Tuesday 11 February dawned as another windy day in Shetland with frequent heavy hail showers. Rebecca Nason and I were discussing the plan of the day over breakfast, when Brydon Thomason sent a message on the rare bird WhatsApp group – belated news of a Tengmalm's Owl, photographed at Kergord on 14 December 2019.
Brydon had been discussing some coastguard training exercises that his friend Derek Jamieson had been involved in while Brydon was away. One of these exercises was in the Lyndsey Lea plantation, on on the west side of the Kergord valley where he had come across a small owl that he had managed to photograph. Derek thought it was unusual, but as Brydon was away he didn’t give it another thought until they were chatting, and he showed the photo it to him.
When Phil refound the Tengmalm's Owl at Kergord, he was quick to take some photos with his bridge camera (Phil Harris).
Given the weather, and the incredible Tengmalm’s Owl we enjoyed on Shetland last year, I wasn’t particularly enthused to head out and search for it, especially as two months had passed. But then again, this is an incredibly rare bird and surely it had wintered? I began my search in the Lyndsey Lea plantation. After refinding last year’s bird at Lea Gardens after it had been missing for a few weeks, I’d become pretty good at locating it each day despite it changing roost sites often.
The best area seemed to be the southern edge, but this was being battered by strong winds and stinging hail showers so I decided it would surely not be roosting there. I searched fairly thoroughly but with no sign, then moved onto a quick search of the main plantation by Kergord House which again I felt didn’t have too much suitable roost habitat.
I thought that perhaps it was just visiting Lyndsey Lea to hunt and that the best plantation for roosting was on the east side of the valley, with younger and denser pines, so I visited that one next. It was much more difficult to carry out a thorough search there, and after an hour I had only noted 10 Eurasian Woodcock.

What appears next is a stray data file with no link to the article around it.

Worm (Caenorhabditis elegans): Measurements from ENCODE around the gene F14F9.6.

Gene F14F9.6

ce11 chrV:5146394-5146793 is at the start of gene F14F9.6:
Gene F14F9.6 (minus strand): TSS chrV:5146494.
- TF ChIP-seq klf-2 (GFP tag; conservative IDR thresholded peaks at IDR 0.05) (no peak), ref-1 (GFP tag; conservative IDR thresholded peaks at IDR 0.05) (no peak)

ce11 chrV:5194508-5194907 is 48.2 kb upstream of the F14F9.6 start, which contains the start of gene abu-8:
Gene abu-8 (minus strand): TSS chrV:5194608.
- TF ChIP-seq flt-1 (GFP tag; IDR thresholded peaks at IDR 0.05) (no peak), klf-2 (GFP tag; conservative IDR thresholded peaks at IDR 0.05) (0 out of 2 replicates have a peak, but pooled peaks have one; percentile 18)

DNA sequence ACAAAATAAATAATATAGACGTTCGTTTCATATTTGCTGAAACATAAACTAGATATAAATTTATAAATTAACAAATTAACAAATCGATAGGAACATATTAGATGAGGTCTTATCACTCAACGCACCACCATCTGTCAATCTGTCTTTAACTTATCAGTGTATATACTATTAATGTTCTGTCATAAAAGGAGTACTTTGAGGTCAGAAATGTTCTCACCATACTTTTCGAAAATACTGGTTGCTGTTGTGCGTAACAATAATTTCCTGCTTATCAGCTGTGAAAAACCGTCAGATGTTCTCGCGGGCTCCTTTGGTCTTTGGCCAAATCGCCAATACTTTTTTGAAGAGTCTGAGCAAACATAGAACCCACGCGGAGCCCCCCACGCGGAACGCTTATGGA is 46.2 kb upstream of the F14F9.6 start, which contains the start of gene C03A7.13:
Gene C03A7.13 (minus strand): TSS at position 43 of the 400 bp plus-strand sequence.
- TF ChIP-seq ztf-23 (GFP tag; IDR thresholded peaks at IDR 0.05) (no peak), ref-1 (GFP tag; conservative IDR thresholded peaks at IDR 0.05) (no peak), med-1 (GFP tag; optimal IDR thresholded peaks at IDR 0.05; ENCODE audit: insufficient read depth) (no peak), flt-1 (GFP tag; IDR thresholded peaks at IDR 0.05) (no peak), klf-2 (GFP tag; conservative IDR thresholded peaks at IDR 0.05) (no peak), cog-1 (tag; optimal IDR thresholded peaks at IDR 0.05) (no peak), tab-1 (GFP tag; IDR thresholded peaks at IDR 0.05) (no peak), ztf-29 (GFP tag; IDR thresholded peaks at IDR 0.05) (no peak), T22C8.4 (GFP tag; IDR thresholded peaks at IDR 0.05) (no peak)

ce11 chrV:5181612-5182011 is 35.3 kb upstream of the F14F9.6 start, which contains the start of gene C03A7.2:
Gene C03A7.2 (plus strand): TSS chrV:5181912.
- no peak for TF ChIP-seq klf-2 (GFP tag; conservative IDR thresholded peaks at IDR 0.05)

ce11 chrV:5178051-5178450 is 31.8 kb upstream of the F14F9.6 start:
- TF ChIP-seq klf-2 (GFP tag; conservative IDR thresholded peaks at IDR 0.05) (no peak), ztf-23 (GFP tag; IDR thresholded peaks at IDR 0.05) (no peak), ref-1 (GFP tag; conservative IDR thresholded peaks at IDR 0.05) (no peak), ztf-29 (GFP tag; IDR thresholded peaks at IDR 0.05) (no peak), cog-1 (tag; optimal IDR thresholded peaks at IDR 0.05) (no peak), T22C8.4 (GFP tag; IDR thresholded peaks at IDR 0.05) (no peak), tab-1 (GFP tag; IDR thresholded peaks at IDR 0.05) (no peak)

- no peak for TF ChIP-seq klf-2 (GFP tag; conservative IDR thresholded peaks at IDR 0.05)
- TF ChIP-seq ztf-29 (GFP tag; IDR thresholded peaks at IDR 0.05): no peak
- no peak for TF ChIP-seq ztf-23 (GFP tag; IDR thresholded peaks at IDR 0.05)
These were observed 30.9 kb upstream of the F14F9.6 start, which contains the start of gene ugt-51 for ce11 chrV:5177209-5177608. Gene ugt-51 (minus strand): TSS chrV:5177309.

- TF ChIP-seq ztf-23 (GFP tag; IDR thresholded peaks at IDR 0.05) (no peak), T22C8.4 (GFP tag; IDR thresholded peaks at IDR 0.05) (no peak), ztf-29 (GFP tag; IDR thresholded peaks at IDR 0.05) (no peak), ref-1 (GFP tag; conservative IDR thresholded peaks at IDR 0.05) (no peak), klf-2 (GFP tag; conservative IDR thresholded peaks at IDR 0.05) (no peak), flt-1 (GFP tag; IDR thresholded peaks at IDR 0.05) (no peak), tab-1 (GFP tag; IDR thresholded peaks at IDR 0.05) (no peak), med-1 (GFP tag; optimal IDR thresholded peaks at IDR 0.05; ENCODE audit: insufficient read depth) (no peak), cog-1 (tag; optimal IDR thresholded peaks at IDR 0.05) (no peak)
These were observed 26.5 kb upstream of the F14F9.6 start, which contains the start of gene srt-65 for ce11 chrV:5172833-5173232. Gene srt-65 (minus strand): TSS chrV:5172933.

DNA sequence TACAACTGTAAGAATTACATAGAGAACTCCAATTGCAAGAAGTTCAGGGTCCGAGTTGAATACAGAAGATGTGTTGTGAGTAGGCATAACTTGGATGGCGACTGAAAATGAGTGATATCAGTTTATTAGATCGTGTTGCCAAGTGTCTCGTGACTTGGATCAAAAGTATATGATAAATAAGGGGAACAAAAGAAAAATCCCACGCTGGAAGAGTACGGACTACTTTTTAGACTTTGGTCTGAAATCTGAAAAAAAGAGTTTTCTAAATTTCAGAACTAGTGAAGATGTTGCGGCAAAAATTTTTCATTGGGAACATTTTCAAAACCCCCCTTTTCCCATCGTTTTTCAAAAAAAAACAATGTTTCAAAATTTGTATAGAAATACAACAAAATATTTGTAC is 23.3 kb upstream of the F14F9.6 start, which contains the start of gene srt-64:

The Lyndsey Lea plantation at Kergord, where Phil relocated the owl (Phil Harris).
My final search was back at Lea Gardens, where last year’s bird spent most of its time, but again no sign. I returned home for lunch and a bank meeting, but decided I would revisit the Lyndsey Lea plantation at dusk with my torch to see if there was any sign. I arrived with no more than 30 minutes of light left and made my way into the plantation. I had studied Derek’s photo and had a rough idea of where he had taken it, as it was in a deciduous tree and they were only present in one corner of the plantation. A particularly heavy hail shower came in and I began to question what I was doing.
Just then a Eurasian Wren began to alarm call in some dense larch trees on the southern edge of the plantation. I was sure it wasn’t spooked because of me so decided to investigate. I quickly picked up the wren, but it immediately flew off. I looked into the larches but couldn’t see anything and, at that point, I took a step to my right, again scouring through into the trees. Then, suddenly, an incredible pair of yellow eyes were staring straight down at me from no more than five feet away!
The adrenaline was pumping as I reached for my bridge camera to get a quick record shot. The bird was very actively preening and with the failing light I knew it was preparing to head off to hunt. I got a terrible record shot and moved away to make a phone call, but there was no signal, so I thought I would just enjoy another view of the owl as the light was about to go. However, returning to the same spot, it seemed the bird had already moved on.
The Tengmalm's Owl – which appears to be the same bird present on Shetland from 19 February to 14 April 2019 – was showing the following morning (when this photograph was taken), though there was no sign on the morning of Thursday 13th (Rebecca Nason / www.rebeccanason.com).
I would like to think that this was the same bird as I spent so much time with last year, being just a couple of kilometres from Lea Gardens. Maybe it began its journey north, made it to Unst and then decided against a North Sea crossing? Thank you to Derek Jamieson and Brydon Thomason for getting the news out and allowing me another great birding moment with a fantastic bird.